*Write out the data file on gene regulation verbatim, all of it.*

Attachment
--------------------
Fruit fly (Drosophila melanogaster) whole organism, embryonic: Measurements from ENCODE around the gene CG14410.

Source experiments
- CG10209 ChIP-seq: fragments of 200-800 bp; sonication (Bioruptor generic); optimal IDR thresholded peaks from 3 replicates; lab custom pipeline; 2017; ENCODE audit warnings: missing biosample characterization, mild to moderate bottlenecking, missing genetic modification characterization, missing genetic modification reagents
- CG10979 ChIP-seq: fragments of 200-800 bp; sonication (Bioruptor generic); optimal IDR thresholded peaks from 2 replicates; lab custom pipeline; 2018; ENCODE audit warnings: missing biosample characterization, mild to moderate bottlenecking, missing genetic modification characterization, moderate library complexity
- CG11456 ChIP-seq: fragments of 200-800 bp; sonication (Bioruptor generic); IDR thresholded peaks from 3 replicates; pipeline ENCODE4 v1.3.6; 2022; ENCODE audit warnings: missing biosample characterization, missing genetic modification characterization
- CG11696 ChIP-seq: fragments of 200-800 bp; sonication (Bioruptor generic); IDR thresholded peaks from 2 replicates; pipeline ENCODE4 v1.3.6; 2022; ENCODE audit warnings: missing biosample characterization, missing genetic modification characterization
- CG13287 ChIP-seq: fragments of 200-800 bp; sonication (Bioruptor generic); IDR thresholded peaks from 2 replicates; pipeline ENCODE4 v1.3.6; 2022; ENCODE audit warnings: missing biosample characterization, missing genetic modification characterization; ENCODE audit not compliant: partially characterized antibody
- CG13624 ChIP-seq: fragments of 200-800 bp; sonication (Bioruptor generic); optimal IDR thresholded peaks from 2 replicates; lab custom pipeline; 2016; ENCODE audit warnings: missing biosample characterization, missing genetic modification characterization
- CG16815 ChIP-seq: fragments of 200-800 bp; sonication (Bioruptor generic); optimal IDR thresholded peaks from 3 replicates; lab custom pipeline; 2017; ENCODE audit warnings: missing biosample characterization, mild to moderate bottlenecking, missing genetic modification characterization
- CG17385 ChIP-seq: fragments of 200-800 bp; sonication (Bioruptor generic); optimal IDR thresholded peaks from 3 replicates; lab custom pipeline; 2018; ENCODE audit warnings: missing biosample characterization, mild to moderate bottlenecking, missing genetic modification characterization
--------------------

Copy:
Fruit fly (Drosophila melanogaster) whole organism, embryonic: Measurements from ENCODE around the gene CG14410.

Source experiments
- CG10209 ChIP-seq: fragments of 200-800 bp; sonication (Bioruptor generic); optimal IDR thresholded peaks from 3 replicates; lab custom pipeline; 2017; ENCODE audit warnings: missing biosample characterization, mild to moderate bottlenecking, missing genetic modification characterization, missing genetic modification reagents
- CG10979 ChIP-seq: fragments of 200-800 bp; sonication (Bioruptor generic); optimal IDR thresholded peaks from 2 replicates; lab custom pipeline; 2018; ENCODE audit warnings: missing biosample characterization, mild to moderate bottlenecking, missing genetic modification characterization, moderate library complexity
- CG11456 ChIP-seq: fragments of 200-800 bp; sonication (Bioruptor generic); IDR thresholded peaks from 3 replicates; pipeline ENCODE4 v1.3.6; 2022; ENCODE audit warnings: missing biosample characterization, missing genetic modification characterization
- CG11696 ChIP-seq: fragments of 200-800 bp; sonication (Bioruptor generic); IDR thresholded peaks from 2 replicates; pipeline ENCODE4 v1.3.6; 2022; ENCODE audit warnings: missing biosample characterization, missing genetic modification characterization
- CG13287 ChIP-seq: fragments of 200-800 bp; sonication (Bioruptor generic); IDR thresholded peaks from 2 replicates; pipeline ENCODE4 v1.3.6; 2022; ENCODE audit warnings: missing biosample characterization, missing genetic modification characterization; ENCODE audit not compliant: partially characterized antibody
- CG13624 ChIP-seq: fragments of 200-800 bp; sonication (Bioruptor generic); optimal IDR thresholded peaks from 2 replicates; lab custom pipeline; 2016; ENCODE audit warnings: missing biosample characterization, missing genetic modification characterization
- CG16815 ChIP-seq: fragments of 200-800 bp; sonication (Bioruptor generic); optimal IDR thresholded peaks from 3 replicates; lab custom pipeline; 2017; ENCODE audit warnings: missing biosample characterization, mild to moderate bottlenecking, missing genetic modification characterization
- CG17385 ChIP-seq: fragments of 200-800 bp; sonication (Bioruptor generic); optimal IDR thresholded peaks from 3 replicates; lab custom pipeline; 2018; ENCODE audit warnings: missing biosample characterization, mild to moderate bottlenecking, missing genetic modification characterization